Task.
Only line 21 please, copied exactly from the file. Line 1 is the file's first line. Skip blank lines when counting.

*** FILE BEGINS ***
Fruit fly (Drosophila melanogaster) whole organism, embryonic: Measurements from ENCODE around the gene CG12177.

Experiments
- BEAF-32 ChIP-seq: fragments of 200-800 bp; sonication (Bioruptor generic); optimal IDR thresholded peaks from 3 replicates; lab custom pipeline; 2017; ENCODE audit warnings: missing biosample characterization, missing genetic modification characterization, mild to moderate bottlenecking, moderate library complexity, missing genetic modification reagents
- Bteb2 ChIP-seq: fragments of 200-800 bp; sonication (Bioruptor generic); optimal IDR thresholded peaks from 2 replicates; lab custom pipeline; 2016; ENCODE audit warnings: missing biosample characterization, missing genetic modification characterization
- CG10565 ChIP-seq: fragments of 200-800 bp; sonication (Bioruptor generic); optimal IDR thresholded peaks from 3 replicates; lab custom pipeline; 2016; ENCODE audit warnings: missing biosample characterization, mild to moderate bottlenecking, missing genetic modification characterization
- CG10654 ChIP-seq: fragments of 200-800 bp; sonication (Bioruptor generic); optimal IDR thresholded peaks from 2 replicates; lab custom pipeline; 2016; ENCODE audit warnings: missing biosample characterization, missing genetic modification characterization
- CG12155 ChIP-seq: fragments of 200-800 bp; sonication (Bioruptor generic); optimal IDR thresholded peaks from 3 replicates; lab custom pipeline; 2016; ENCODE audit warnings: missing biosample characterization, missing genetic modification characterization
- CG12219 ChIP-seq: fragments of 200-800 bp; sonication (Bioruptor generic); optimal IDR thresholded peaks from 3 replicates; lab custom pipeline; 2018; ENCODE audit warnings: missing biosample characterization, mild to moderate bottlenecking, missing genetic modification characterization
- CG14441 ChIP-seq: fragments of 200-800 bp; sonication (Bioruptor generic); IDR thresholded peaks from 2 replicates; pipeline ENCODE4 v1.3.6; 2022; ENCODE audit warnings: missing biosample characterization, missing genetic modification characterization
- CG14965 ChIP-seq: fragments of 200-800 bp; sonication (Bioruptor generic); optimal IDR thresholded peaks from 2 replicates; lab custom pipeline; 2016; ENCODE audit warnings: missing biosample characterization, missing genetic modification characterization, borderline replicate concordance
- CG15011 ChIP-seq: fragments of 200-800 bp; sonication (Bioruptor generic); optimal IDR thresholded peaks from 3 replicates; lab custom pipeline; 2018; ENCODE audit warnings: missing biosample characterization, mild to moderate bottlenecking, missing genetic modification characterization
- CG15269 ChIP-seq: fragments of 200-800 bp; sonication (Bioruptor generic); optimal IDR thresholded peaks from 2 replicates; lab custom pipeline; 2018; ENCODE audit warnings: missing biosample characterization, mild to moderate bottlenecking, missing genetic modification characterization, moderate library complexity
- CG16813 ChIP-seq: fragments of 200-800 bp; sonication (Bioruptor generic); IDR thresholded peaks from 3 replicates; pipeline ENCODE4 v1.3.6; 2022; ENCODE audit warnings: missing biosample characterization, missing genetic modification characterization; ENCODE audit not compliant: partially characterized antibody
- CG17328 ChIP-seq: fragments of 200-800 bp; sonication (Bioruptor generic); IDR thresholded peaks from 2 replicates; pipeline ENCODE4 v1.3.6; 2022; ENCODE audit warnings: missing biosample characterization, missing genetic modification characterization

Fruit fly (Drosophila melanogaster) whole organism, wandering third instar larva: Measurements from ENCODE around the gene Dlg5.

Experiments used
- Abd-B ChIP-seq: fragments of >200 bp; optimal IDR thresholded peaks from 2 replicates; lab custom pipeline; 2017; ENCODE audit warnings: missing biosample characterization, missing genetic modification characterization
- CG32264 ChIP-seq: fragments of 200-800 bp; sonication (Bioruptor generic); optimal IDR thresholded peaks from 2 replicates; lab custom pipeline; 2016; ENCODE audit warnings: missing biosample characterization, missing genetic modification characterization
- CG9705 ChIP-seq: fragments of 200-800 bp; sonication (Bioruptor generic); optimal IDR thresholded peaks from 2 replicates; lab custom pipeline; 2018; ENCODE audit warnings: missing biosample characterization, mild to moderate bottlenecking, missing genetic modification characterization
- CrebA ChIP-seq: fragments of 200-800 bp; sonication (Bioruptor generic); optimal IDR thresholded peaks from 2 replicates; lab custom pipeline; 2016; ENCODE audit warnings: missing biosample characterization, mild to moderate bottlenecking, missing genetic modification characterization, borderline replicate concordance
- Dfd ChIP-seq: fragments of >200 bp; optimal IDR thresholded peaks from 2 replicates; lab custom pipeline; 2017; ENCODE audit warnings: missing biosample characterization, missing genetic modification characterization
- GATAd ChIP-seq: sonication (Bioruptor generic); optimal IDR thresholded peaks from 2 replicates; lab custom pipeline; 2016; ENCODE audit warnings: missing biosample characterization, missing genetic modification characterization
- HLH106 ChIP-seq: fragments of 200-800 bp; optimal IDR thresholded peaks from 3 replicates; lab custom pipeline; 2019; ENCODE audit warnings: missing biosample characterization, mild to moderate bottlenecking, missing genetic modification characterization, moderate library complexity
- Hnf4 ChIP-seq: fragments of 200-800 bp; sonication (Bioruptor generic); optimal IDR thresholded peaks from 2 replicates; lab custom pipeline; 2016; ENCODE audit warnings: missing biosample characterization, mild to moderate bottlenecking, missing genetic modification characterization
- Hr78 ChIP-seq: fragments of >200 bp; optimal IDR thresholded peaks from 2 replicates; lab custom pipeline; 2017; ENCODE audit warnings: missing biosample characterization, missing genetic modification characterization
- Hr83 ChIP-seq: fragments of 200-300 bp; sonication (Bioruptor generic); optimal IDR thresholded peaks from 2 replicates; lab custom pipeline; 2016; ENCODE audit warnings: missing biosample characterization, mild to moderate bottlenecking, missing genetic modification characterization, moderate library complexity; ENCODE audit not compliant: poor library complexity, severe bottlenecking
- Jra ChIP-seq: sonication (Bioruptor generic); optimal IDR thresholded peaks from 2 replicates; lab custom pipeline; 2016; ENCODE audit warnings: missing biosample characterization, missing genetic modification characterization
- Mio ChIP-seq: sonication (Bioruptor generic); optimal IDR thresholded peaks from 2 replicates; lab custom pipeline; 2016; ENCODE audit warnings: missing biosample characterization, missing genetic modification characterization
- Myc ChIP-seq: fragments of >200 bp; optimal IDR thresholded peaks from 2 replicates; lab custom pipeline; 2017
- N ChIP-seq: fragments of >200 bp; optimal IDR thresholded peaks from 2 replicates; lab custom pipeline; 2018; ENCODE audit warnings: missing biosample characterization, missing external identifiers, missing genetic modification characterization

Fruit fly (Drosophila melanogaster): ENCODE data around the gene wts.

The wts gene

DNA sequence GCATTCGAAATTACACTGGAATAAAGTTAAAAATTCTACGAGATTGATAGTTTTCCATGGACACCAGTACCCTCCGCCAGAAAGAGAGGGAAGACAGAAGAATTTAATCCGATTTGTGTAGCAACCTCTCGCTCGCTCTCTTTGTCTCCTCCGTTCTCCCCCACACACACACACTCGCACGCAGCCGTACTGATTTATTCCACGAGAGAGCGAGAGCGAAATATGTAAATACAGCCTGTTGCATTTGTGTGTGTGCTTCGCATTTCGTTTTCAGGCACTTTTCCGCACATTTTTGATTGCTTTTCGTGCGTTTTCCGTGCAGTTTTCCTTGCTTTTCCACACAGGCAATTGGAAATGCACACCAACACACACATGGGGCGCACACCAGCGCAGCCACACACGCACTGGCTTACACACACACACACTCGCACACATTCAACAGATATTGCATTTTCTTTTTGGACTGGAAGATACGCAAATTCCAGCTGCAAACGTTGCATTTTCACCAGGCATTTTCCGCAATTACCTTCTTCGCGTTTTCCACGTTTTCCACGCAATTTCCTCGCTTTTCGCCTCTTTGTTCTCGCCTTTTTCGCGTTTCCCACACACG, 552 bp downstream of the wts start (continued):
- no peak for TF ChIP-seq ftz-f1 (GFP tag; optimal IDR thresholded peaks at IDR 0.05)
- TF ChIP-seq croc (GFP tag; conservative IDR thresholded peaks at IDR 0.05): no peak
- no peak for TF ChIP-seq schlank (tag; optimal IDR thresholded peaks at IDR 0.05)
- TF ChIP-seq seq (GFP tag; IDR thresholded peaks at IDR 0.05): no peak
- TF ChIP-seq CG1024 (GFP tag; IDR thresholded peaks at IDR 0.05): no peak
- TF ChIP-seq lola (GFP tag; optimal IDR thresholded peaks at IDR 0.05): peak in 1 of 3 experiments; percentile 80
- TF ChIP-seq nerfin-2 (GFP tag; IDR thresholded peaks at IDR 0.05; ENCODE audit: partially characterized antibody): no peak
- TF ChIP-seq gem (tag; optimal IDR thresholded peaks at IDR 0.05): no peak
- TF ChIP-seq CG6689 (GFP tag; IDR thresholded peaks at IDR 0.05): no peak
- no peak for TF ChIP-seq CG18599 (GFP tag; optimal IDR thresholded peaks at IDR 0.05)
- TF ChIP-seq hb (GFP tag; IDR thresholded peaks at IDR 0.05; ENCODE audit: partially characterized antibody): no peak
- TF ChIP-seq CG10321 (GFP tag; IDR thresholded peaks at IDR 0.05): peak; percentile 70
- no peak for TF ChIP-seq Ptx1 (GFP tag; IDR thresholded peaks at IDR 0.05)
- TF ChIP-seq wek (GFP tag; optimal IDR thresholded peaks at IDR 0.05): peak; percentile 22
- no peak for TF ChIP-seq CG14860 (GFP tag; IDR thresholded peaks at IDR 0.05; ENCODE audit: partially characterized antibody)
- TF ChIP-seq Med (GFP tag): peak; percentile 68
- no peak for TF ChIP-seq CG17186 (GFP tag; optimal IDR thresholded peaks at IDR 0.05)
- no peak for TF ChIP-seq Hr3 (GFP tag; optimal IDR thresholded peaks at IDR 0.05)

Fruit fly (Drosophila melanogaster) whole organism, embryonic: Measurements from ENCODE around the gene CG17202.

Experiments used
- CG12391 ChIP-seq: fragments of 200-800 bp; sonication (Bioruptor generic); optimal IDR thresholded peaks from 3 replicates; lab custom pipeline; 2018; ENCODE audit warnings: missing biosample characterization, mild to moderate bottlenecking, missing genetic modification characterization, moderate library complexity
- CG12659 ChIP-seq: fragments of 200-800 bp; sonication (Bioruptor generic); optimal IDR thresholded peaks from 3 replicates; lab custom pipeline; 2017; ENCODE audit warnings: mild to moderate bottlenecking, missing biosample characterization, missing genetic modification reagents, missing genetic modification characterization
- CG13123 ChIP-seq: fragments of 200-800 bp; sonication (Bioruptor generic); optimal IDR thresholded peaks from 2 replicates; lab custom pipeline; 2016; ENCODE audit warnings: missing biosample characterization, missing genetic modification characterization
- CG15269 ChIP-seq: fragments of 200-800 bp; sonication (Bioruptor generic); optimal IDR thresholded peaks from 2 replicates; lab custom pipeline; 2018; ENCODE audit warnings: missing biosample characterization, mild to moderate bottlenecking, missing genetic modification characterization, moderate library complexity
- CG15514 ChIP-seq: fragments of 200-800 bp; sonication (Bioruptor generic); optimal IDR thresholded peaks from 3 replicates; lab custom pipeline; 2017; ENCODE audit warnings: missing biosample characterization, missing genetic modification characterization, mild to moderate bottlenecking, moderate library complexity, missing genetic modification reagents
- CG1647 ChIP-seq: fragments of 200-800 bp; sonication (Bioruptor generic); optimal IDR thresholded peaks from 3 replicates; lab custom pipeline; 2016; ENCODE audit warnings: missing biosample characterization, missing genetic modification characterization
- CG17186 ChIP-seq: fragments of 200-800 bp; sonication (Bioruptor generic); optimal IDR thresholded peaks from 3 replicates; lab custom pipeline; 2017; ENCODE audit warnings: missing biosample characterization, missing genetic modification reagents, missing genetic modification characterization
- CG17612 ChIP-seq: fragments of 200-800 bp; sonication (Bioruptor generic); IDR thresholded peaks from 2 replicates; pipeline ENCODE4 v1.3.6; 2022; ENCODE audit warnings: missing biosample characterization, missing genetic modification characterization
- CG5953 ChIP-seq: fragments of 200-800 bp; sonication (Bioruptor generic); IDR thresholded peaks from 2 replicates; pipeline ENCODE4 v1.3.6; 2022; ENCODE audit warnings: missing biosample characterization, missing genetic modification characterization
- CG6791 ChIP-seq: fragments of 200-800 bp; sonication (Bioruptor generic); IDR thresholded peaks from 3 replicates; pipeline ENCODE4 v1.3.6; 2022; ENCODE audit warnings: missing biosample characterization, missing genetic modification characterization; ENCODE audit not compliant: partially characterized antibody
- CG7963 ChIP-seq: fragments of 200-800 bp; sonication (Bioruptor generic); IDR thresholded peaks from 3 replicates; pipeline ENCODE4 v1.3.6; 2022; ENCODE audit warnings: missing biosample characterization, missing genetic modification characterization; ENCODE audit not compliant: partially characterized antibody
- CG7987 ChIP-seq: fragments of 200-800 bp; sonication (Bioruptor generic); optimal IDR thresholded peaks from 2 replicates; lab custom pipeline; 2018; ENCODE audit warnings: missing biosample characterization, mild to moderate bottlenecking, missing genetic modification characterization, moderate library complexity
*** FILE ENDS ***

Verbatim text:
- Dfd ChIP-seq: fragments of >200 bp; optimal IDR thresholded peaks from 2 replicates; lab custom pipeline; 2017; ENCODE audit warnings: missing biosample characterization, missing genetic modification characterization